In this hugely creative atmosphere Jack worked with other members of the group to develop methods of applying graphic images i.e. photography, drawing and painting to clay. His style of work ranges from abstract geometric to wildlife painting and drawing. Currently Jacks pottery images include Pears, Salmon, Orcas, Ravens, Apples and Crows. These images are incorporated into a large range of functional pottery items from Jugs to Mugs Casseroles , Bowls, Plates, Tea Pots, Pitchers and more...


Jack has recently explored the techniques and possibilities of Raku. This example uses “naked Raku” techniques, which result in a pot that is white with a black line image. A dry pot is covered with terra sigliata (liquid clay), fired once to bisque temperature, and then covered with a high-fire clay slip and a low fire glaze, through which he etches the design.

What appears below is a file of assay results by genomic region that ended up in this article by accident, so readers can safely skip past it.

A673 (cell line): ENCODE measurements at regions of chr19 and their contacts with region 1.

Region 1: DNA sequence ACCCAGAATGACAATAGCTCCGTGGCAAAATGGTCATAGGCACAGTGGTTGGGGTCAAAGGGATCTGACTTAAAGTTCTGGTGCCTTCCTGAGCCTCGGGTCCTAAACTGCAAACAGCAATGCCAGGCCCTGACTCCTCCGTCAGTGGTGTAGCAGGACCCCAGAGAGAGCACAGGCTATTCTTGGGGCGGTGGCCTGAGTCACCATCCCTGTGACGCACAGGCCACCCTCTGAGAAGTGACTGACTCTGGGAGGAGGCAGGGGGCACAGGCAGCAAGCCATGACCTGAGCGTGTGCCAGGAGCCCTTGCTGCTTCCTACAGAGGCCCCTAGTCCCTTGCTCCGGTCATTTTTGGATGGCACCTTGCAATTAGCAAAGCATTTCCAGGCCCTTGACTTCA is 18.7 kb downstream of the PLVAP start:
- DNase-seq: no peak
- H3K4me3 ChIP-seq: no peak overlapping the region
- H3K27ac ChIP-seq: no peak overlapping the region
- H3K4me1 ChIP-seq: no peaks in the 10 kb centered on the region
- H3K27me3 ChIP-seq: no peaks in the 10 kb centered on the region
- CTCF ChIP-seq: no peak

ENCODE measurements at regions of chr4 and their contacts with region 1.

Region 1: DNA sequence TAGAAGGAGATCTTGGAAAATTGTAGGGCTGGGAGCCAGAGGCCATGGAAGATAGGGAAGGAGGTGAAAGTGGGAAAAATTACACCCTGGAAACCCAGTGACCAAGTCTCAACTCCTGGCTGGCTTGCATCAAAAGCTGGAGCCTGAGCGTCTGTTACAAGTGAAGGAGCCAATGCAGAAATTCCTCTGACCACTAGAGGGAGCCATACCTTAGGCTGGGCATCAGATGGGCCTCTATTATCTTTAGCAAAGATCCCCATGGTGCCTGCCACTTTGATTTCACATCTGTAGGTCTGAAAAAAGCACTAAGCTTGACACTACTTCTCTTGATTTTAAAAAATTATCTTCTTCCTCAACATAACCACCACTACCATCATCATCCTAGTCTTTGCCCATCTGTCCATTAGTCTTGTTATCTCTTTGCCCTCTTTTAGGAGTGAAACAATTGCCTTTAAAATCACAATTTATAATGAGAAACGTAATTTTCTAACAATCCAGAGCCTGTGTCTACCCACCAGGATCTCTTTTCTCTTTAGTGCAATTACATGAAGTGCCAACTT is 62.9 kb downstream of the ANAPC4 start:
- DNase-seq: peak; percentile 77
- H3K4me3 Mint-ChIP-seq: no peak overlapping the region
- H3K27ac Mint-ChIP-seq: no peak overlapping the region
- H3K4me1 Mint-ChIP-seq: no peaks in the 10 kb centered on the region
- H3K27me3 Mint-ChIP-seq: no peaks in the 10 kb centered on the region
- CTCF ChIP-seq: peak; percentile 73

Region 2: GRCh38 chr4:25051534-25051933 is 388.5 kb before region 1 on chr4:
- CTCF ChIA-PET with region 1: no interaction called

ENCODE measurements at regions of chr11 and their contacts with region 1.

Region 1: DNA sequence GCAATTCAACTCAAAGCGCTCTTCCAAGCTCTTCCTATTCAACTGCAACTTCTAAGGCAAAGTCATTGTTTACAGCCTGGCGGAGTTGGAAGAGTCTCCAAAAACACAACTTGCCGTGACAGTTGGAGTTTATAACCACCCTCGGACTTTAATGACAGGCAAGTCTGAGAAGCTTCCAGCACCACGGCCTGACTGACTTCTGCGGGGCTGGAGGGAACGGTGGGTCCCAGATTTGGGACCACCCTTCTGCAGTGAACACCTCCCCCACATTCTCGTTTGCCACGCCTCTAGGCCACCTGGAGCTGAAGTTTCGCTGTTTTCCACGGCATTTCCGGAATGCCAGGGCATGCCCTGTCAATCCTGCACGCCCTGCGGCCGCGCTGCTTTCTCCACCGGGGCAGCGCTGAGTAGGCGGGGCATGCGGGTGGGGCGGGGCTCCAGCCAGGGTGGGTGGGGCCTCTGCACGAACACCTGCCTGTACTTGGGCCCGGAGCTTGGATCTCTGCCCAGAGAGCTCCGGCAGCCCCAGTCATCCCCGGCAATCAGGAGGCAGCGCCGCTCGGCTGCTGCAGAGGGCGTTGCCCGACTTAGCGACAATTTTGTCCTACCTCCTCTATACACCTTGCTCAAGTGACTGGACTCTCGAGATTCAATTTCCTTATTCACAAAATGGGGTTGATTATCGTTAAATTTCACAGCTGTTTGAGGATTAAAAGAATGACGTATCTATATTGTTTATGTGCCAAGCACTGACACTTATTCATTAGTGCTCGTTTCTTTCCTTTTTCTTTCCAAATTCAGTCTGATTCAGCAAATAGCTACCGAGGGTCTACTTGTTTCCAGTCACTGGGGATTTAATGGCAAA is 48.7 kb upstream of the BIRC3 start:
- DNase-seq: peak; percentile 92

The Raku firing process requires a special Raku kiln that is fueled by propane and reaches temperatures of about 1800°F (about 982°C).


The piece is then fired to Raku temperatures, and placed into the smoking chamber. When the piece is cooled, he peels off the slip and glaze to reveal the black line on the white background. The resulting pots have a lighter, more textured quality than his traditional stoneware.


In order to complete the firing process, the Raku pottery must remain in the kiln for approximately 30 minutes. The Raku pottery is removed from the kiln using specially designed Raku tongs.